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Inslee asks WA DOH to boost efforts to combat monkeypox


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Washington Gov. Jay Inslee speaks during a news conference, Friday, March 12, 2021, at the Capitol in Olympia, Wash. Inslee said he will issue an emergency proclamation next week that will require all public schools in the state to offer students an in-person learning option starting in April. Schools will be allowed to have a staggered start by grade level, and students must be offered no fewer than two days of of on-campus, in-person instruction per week.

AP

With Monkeypox cases rising throughout the U.S., Gov. Jay Inslee issued directives Friday to the Washington Department of Health to boost action to control the spread.

“Public health is at stake and we must continue to protect Washingtonians and do what we can to help control the spread of monkeypox,” Inslee said in a news release. “Thank you to our Department of Health for taking these actions.”

The orders direct DOH to do things such as “conduct comprehensive public outreach and education within appropriate communities and communities disproportionately impacted by the virus,” as well as find a way to equitably distribute treatments and vaccines and to support local health jurisdictions.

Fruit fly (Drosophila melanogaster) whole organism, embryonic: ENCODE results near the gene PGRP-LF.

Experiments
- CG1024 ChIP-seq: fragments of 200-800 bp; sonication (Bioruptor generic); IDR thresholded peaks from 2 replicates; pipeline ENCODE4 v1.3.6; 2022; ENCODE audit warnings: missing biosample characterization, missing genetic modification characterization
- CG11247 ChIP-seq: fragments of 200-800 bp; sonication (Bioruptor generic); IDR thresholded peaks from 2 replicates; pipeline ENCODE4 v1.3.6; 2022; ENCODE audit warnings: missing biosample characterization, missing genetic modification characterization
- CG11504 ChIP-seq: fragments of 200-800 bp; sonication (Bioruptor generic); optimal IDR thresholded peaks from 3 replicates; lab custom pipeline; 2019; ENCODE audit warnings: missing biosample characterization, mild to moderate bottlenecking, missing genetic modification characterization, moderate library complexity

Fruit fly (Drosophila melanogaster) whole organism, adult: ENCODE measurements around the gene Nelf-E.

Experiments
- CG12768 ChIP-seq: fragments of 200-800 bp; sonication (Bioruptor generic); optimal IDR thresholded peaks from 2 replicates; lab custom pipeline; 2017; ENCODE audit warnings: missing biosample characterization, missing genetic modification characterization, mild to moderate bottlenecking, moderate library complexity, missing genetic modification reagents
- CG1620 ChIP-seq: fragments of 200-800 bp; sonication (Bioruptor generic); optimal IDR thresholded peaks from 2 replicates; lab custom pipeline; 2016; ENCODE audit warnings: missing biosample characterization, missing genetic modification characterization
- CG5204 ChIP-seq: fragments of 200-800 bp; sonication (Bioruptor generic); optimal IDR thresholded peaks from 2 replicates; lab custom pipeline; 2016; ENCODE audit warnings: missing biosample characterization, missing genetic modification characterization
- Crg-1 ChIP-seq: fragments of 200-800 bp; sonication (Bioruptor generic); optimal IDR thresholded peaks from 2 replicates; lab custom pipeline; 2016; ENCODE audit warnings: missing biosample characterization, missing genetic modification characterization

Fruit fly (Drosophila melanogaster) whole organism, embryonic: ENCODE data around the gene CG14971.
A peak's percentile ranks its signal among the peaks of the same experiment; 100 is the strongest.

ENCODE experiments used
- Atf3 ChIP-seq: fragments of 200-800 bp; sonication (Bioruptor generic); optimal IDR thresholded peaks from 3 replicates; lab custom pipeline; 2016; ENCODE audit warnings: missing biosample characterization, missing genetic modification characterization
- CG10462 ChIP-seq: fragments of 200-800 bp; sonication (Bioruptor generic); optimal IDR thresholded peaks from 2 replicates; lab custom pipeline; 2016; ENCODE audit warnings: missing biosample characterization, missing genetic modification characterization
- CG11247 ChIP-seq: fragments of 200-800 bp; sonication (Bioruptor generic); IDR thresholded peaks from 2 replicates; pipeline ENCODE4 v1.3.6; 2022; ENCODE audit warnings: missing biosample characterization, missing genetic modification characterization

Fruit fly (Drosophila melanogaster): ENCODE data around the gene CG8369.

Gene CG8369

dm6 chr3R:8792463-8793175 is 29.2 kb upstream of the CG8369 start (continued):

Additionally, the governor has directed the agency to collect demographic data on case counts while monitoring them, and to “maintain adequate testing capacity” at DOH’s public health lab.

There are currently 234 confirmed cases of monkeypox in Washington state, and 10,768 cases confirmed nationwide, according to the Centers for Disease Control and Prevention. Washington had its first confirmed case of the virus on May 27, 10 days after the first confirmed case in the U.S.

Vaccines are available, but are currently limited.

The CDC notes that symptoms of monkeypox include fever, chills, swollen lymph nodes, fatigue, muscle and back aches, headaches, and respiratory symptoms. Rashes, which can be painful and cause scarring, can occur before or after the presentation of other symptoms. The virus is rarely fatal, however.

“Although there are currently no known deaths due to this virus in Washington, this outbreak is an evolving serious public health concern,” Inslee said in the directive.

“It is critical that the Department continues to utilize every tool at its disposal to prevent and control the spread of this virus.”

Shauna Sowersby was a freelancer for several local and national publications before joining McClatchy’s northwest newspapers covering the Legislature.




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